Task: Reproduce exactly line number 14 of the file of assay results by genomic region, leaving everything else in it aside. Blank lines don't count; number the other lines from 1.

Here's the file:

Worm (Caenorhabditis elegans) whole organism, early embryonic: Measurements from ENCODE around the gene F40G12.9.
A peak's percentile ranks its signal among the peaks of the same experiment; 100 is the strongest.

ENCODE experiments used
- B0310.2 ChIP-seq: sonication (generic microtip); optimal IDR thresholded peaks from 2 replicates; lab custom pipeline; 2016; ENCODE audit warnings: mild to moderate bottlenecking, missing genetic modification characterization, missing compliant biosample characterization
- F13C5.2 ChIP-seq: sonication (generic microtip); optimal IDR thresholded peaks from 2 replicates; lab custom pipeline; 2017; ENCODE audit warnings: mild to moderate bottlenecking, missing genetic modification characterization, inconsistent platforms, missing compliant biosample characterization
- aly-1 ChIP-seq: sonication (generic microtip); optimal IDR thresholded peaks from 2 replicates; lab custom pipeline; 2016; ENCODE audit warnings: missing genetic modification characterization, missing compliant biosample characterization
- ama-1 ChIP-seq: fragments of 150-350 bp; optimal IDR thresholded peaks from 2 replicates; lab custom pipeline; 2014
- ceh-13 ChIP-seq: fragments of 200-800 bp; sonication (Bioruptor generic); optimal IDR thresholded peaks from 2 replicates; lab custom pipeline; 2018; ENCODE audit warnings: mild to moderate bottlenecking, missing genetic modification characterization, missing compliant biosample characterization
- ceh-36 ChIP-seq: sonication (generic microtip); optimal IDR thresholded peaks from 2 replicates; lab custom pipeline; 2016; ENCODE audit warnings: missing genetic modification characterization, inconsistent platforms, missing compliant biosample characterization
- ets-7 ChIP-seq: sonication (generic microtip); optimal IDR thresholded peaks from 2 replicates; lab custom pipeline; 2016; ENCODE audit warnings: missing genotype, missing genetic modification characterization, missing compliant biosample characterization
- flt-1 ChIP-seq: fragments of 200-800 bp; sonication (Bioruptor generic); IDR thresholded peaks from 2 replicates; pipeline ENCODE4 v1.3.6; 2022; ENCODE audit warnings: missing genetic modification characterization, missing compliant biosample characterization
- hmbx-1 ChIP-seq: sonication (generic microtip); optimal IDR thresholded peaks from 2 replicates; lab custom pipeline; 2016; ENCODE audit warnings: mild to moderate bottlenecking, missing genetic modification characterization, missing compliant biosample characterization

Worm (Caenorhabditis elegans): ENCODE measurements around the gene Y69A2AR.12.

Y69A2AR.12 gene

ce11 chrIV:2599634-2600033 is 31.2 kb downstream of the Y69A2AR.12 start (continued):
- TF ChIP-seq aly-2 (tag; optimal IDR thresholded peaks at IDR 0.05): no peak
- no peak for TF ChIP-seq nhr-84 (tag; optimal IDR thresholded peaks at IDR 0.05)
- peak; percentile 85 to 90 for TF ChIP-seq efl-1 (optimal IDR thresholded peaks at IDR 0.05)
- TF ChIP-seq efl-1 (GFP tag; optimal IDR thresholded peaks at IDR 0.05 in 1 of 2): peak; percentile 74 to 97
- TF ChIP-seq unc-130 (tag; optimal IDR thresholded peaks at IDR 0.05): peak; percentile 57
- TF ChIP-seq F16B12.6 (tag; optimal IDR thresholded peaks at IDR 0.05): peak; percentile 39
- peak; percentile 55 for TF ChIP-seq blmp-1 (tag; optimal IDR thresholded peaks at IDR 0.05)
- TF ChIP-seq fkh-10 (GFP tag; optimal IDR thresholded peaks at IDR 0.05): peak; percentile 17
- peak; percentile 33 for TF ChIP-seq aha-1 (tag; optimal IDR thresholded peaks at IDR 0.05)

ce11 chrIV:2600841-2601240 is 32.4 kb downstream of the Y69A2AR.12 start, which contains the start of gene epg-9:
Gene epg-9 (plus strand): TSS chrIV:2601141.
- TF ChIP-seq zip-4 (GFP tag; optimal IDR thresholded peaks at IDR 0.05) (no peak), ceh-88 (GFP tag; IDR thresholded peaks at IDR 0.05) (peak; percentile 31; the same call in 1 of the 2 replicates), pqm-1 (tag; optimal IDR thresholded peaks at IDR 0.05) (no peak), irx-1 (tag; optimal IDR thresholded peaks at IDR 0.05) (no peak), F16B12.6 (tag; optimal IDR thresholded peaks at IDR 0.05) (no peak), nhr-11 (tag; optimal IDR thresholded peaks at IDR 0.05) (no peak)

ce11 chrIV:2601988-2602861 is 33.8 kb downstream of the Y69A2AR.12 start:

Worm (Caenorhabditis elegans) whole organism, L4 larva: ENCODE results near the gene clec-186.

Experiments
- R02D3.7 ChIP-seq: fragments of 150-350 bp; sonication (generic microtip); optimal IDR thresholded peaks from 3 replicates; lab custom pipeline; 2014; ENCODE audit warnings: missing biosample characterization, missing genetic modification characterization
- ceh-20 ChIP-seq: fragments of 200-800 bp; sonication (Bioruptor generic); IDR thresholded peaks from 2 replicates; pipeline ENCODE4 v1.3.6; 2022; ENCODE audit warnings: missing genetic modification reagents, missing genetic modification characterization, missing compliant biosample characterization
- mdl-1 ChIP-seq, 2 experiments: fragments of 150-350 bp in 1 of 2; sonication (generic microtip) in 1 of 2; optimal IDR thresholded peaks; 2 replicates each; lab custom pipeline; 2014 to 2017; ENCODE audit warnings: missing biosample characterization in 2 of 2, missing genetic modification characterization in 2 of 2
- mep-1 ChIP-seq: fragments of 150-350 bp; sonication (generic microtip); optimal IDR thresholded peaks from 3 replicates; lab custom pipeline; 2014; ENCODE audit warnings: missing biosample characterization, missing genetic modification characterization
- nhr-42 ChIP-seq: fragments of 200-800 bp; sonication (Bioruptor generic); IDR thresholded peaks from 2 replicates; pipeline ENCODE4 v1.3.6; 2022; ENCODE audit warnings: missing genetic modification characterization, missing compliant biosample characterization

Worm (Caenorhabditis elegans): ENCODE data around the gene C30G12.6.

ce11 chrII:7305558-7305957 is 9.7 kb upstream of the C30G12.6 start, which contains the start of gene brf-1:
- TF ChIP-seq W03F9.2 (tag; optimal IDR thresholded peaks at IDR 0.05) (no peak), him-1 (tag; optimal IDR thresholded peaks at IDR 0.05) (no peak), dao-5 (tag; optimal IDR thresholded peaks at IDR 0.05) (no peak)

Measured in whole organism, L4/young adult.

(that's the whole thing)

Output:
Y69A2AR.12 gene